Presentation skills: Beginning the presentation

How to start off well during a formal presentation or speech

At the beginning of your presentation there are usually four things that you need to do, and the first of those is greet your audience. Also, when you are not presenting within your own organization – so when you are presenting to people that may not know you – you need to introduce yourself and say which company you represent. It is also helpful to say something about yourself and to welcome your audience.

Greeting your audience is usually what you start with. Apart from it being the polite thing to do, it is also important to make your audience feel welcome. Doing this helps to build, what is called, rapport between you and your audience.  You want to build a good relationship with the people you are presenting to and greeting them before your get to the actual presentation is an important part of that.

If you are presenting to a group of people that you don’t know, or to people who don’t know you, it is also important to introduce yourself by mentioning your name and, for example, the organization you are working for.  Just like when greeting your audience, it helps to build rapport. Also, it helps the audience to put you into a certain context as a speaker, like in this this example:

Hello. I’d like to welcome you all here this morning. I am Jill Anderson of Anderson and Brand International.

In this example it is likely that the audience will link the name Jill Anderson to the company’s name, Anderson & Brand International. This information may give the audience an idea of Jill’s position in the company, adding to her credibility as a speaker.

This is not always necessary, of course. Sometimes saying your name and mentioning how the opportunity to speak makes you feel is enough to build rapport. Like in this example:

Good afternoon. I’m delighted to be here today. My name is Peter Jones.

Sometimes it may be helpful to mention your name together with the name of your company if your company has a good reputation in your field, or if it is particularly well-known. Like here:

Good morning everyone. Thank you all for coming. I am Rebecca Ferris from KPMG.

Similar to the first example, mentioning your name together with the name of a respected company could positively affect the impact your presentation has on the people that are going to listen to you.

After you’ve greeted your audience and have introduced yourself, it is often a helpful to say something about yourself. Not only does this help your audience to relate to you on a more personal level, it is also an opportunity for you as a speaker to showcase your expertise. Here is an example:

Before I continue, let me tell you something about myself. I’ve been working for Anderson and Brand for seven years.

Letting the audience know that you have been working for the company that you are representing for seven years tells the audience how much experience you have and how dedicated you are to that company. This could make what you are going to say more credible because your audience is more likely to assume that you know what you are talking about because of your experience.

If you have a lot of experience in a certain field, but have worked for a number of companies during your career instead of just one, you could use a sentence like this:

My career in finance began in the late 1990s when I joined …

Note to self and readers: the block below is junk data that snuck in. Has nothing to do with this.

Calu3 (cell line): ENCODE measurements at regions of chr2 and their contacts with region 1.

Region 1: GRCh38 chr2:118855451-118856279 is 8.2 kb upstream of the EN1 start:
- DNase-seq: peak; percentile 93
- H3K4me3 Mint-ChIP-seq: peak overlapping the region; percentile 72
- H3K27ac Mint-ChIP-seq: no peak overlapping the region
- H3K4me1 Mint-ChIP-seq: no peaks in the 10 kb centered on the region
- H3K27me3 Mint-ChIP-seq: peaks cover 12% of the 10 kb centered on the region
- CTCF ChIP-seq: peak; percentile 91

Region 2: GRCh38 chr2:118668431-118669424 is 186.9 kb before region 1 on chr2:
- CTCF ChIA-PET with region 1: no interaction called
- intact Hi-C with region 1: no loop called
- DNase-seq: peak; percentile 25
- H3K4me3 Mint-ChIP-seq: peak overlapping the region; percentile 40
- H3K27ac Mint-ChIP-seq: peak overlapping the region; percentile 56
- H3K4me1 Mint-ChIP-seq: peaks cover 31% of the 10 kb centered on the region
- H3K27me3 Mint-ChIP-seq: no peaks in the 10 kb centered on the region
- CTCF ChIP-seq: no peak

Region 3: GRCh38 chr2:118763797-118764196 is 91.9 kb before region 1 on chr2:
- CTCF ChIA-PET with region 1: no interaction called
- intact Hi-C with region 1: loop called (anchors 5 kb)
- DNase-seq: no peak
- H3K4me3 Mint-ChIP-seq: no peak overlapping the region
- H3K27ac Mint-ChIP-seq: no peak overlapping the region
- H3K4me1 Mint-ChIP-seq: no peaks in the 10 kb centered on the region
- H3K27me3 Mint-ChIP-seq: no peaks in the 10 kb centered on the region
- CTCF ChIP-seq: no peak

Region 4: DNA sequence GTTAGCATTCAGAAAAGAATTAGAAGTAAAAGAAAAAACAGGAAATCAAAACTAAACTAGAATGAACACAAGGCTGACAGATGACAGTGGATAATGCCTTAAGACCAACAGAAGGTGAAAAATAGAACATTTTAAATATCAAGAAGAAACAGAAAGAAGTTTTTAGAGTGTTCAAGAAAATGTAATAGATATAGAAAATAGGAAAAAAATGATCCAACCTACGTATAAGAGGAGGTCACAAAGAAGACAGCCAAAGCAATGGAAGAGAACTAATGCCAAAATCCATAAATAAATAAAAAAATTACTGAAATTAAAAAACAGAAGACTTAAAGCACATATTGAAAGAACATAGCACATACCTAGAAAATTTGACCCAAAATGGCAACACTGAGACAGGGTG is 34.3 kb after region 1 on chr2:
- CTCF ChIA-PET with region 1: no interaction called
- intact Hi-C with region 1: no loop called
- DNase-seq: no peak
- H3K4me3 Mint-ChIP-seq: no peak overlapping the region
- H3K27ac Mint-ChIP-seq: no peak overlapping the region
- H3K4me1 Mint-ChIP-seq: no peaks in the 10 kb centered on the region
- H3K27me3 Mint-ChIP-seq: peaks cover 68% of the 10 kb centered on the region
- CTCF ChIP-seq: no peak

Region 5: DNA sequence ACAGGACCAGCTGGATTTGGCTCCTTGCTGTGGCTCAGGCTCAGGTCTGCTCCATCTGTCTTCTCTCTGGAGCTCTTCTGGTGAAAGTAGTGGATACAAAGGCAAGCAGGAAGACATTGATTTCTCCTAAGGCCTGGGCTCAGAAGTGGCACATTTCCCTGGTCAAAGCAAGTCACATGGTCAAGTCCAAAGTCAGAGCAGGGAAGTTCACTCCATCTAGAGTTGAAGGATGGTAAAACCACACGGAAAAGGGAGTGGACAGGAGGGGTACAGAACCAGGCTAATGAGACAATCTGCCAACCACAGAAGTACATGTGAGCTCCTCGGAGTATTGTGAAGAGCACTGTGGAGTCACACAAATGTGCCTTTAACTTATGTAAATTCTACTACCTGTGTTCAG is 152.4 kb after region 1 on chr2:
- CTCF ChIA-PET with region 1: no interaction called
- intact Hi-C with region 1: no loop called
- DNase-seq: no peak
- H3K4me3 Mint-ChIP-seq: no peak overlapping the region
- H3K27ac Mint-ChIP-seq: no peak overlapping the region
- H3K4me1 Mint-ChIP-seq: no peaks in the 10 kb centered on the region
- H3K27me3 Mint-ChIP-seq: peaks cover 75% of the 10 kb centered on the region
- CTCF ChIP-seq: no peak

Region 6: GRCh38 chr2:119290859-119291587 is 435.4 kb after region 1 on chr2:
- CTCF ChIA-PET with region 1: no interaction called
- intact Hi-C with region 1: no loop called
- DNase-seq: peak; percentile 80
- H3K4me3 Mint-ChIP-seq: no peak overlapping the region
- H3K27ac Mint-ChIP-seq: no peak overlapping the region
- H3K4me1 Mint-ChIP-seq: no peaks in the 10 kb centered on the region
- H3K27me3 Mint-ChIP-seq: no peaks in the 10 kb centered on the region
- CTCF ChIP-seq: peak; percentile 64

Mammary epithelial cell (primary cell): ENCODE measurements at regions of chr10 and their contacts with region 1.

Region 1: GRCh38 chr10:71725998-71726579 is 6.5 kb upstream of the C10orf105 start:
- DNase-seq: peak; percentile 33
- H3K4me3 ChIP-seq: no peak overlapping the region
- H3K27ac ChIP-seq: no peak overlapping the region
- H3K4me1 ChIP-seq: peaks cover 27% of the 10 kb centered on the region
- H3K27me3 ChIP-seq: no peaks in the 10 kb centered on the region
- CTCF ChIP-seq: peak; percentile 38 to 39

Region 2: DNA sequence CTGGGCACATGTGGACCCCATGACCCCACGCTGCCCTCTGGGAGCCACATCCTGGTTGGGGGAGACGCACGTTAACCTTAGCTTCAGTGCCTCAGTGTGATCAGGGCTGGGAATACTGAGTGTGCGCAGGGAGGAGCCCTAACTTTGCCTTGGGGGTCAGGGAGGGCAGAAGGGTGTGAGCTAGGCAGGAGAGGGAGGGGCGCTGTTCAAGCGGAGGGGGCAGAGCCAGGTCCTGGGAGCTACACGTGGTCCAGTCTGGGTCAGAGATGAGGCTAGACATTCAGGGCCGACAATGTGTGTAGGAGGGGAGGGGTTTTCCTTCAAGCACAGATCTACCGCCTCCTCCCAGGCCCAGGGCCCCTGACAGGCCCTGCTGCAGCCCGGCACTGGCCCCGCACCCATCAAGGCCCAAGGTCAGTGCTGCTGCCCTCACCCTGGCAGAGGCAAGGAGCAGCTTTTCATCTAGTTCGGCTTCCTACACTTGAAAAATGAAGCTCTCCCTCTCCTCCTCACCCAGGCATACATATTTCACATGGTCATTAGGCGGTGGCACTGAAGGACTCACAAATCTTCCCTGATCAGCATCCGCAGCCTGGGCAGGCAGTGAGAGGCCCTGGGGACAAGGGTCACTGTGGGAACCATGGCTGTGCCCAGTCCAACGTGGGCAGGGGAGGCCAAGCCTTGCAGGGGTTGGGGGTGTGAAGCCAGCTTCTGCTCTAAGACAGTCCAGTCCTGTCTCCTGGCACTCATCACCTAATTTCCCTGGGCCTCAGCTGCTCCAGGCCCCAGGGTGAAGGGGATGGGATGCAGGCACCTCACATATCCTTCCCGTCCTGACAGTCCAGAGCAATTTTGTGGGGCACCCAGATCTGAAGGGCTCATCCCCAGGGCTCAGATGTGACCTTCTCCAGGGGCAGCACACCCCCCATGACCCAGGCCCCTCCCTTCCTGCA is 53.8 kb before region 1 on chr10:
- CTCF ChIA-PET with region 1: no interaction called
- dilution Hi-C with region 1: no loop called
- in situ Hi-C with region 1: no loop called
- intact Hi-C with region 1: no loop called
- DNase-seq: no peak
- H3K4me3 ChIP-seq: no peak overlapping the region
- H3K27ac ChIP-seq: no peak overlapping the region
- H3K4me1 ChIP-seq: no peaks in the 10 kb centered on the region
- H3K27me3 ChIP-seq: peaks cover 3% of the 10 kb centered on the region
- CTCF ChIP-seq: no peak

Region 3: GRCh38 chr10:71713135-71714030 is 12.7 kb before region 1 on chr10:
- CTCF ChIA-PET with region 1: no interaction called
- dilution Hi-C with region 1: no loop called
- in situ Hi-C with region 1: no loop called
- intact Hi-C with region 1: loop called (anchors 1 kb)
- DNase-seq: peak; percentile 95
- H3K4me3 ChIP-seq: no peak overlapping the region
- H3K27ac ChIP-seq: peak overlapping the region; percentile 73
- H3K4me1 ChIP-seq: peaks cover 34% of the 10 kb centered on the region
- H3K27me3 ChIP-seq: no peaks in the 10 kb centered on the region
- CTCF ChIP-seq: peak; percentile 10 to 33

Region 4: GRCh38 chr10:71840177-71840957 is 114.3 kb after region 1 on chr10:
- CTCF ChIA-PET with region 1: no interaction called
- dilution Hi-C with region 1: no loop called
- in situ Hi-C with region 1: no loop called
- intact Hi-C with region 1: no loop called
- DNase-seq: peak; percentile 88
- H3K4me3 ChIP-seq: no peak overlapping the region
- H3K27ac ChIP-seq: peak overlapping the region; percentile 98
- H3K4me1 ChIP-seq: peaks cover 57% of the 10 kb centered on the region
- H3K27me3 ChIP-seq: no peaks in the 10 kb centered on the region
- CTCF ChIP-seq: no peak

… and then you add the name of your company. It tells the audience how experienced you are, and if you add the companies you worked for in the past, along with the job titles you’ve held, it could tell your audience something about your skillset.

The following sentence works in a similar way:

My experience in the field of environmental preservation started when …

… and then you can mention an experience that had an impact on your career. You may want to use a sentence like this when you are a freelancer, for example, or when you are not representing an organization.

Welcoming your audience is also important when you begin your presentation and it is often combined with thanking the audience for the opportunity to speak. Like here:

Welcome to Google. Thank you for giving me the opportunity to talk to you today.

This sentence not only expresses that you are glad that your audience showed up, but by expressing that you are grateful for the opportunity to speak, you are also expressing a level of humility. You are putting yourself on the same level as your audience and when your audience feels they are more or less the same as you, they are more likely to be interested in what you have to say. In other words, this way of welcoming your audience also builds rapport, just like the following sentence.

Thank you for inviting me to talk to you today.

By using this sentence, you are positioning yourself as a guest of the audience, which suggests that you aren’t there to tell them what to do or to believe, but that you are there with them to discuss the topic of your talk together. You are putting yourself on the same level.

Now, let’s look at this sentence:

Welcome everybody. I appreciate the chance to speak to you this afternoon.

This sentence works in the same way as the previous one. It builds rapport between you and the audience by pointing out that you are there because of them.

So, to conclude. A successful presentation starts with an effective opening during which you greet your audience and introduce yourself, you provide some background information about yourself, and you welcome your audience by expressing your gratitude for the opportunity to speak. If you do this well, you will set yourself up for a successful presentation.

Video: Beginning the Presentation